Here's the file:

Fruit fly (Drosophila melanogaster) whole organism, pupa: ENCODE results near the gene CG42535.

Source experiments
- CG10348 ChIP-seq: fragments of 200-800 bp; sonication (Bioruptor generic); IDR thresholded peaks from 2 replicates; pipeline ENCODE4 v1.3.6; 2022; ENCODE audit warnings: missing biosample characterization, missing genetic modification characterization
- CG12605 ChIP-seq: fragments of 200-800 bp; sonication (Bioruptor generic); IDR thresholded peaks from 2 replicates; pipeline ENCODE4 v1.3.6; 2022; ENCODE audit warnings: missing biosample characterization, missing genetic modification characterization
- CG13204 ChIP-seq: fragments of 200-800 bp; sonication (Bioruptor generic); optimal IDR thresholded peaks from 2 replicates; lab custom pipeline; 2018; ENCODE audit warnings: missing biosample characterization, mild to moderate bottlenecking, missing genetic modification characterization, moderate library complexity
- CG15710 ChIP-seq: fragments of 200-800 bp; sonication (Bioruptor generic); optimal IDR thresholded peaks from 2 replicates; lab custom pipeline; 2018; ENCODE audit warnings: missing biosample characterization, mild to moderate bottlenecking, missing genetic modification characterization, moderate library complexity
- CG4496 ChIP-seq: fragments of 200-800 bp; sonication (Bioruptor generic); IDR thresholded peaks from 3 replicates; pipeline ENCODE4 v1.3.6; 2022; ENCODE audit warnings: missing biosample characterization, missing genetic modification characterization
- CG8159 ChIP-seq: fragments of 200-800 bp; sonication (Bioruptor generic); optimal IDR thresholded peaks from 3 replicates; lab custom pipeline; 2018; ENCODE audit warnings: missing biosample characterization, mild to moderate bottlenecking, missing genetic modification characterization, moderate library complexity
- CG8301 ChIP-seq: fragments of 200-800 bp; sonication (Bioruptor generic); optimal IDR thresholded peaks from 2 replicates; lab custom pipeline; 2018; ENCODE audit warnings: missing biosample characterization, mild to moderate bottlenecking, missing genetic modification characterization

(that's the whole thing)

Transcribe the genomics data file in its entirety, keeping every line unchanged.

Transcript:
Fruit fly (Drosophila melanogaster) whole organism, pupa: ENCODE results near the gene CG42535.

Source experiments
- CG10348 ChIP-seq: fragments of 200-800 bp; sonication (Bioruptor generic); IDR thresholded peaks from 2 replicates; pipeline ENCODE4 v1.3.6; 2022; ENCODE audit warnings: missing biosample characterization, missing genetic modification characterization
- CG12605 ChIP-seq: fragments of 200-800 bp; sonication (Bioruptor generic); IDR thresholded peaks from 2 replicates; pipeline ENCODE4 v1.3.6; 2022; ENCODE audit warnings: missing biosample characterization, missing genetic modification characterization
- CG13204 ChIP-seq: fragments of 200-800 bp; sonication (Bioruptor generic); optimal IDR thresholded peaks from 2 replicates; lab custom pipeline; 2018; ENCODE audit warnings: missing biosample characterization, mild to moderate bottlenecking, missing genetic modification characterization, moderate library complexity
- CG15710 ChIP-seq: fragments of 200-800 bp; sonication (Bioruptor generic); optimal IDR thresholded peaks from 2 replicates; lab custom pipeline; 2018; ENCODE audit warnings: missing biosample characterization, mild to moderate bottlenecking, missing genetic modification characterization, moderate library complexity
- CG4496 ChIP-seq: fragments of 200-800 bp; sonication (Bioruptor generic); IDR thresholded peaks from 3 replicates; pipeline ENCODE4 v1.3.6; 2022; ENCODE audit warnings: missing biosample characterization, missing genetic modification characterization
- CG8159 ChIP-seq: fragments of 200-800 bp; sonication (Bioruptor generic); optimal IDR thresholded peaks from 3 replicates; lab custom pipeline; 2018; ENCODE audit warnings: missing biosample characterization, mild to moderate bottlenecking, missing genetic modification characterization, moderate library complexity
- CG8301 ChIP-seq: fragments of 200-800 bp; sonication (Bioruptor generic); optimal IDR thresholded peaks from 2 replicates; lab custom pipeline; 2018; ENCODE audit warnings: missing biosample characterization, mild to moderate bottlenecking, missing genetic modification characterization